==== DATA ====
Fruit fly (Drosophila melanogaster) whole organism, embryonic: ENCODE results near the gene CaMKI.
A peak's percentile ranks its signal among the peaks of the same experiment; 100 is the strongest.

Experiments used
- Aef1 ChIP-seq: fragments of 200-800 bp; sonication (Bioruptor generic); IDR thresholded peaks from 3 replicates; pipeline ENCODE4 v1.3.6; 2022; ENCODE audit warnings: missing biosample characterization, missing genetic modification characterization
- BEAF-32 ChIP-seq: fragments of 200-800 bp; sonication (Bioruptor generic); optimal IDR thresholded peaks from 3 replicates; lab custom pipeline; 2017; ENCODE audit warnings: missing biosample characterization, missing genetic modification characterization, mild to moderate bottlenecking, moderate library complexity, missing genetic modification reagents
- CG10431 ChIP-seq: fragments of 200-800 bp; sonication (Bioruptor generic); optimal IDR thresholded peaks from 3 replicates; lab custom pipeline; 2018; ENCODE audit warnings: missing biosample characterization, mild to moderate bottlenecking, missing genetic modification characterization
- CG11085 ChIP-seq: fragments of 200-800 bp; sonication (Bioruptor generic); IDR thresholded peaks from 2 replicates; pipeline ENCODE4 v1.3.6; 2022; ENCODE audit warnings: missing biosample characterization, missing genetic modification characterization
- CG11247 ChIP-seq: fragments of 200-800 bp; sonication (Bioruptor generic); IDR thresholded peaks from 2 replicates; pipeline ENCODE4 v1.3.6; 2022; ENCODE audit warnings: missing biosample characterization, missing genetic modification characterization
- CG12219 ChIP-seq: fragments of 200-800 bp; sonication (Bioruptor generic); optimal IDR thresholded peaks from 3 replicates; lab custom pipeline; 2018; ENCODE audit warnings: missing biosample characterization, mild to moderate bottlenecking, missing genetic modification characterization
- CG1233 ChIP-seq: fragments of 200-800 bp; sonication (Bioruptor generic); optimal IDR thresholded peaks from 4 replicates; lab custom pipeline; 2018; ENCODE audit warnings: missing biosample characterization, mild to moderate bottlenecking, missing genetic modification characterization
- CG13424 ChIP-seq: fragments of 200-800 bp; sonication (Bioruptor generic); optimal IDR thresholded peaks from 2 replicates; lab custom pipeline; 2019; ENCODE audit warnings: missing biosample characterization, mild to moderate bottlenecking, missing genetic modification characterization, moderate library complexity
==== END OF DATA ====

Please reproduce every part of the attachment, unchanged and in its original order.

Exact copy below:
Fruit fly (Drosophila melanogaster) whole organism, embryonic: ENCODE results near the gene CaMKI.
A peak's percentile ranks its signal among the peaks of the same experiment; 100 is the strongest.

Experiments used
- Aef1 ChIP-seq: fragments of 200-800 bp; sonication (Bioruptor generic); IDR thresholded peaks from 3 replicates; pipeline ENCODE4 v1.3.6; 2022; ENCODE audit warnings: missing biosample characterization, missing genetic modification characterization
- BEAF-32 ChIP-seq: fragments of 200-800 bp; sonication (Bioruptor generic); optimal IDR thresholded peaks from 3 replicates; lab custom pipeline; 2017; ENCODE audit warnings: missing biosample characterization, missing genetic modification characterization, mild to moderate bottlenecking, moderate library complexity, missing genetic modification reagents
- CG10431 ChIP-seq: fragments of 200-800 bp; sonication (Bioruptor generic); optimal IDR thresholded peaks from 3 replicates; lab custom pipeline; 2018; ENCODE audit warnings: missing biosample characterization, mild to moderate bottlenecking, missing genetic modification characterization
- CG11085 ChIP-seq: fragments of 200-800 bp; sonication (Bioruptor generic); IDR thresholded peaks from 2 replicates; pipeline ENCODE4 v1.3.6; 2022; ENCODE audit warnings: missing biosample characterization, missing genetic modification characterization
- CG11247 ChIP-seq: fragments of 200-800 bp; sonication (Bioruptor generic); IDR thresholded peaks from 2 replicates; pipeline ENCODE4 v1.3.6; 2022; ENCODE audit warnings: missing biosample characterization, missing genetic modification characterization
- CG12219 ChIP-seq: fragments of 200-800 bp; sonication (Bioruptor generic); optimal IDR thresholded peaks from 3 replicates; lab custom pipeline; 2018; ENCODE audit warnings: missing biosample characterization, mild to moderate bottlenecking, missing genetic modification characterization
- CG1233 ChIP-seq: fragments of 200-800 bp; sonication (Bioruptor generic); optimal IDR thresholded peaks from 4 replicates; lab custom pipeline; 2018; ENCODE audit warnings: missing biosample characterization, mild to moderate bottlenecking, missing genetic modification characterization
- CG13424 ChIP-seq: fragments of 200-800 bp; sonication (Bioruptor generic); optimal IDR thresholded peaks from 2 replicates; lab custom pipeline; 2019; ENCODE audit warnings: missing biosample characterization, mild to moderate bottlenecking, missing genetic modification characterization, moderate library complexity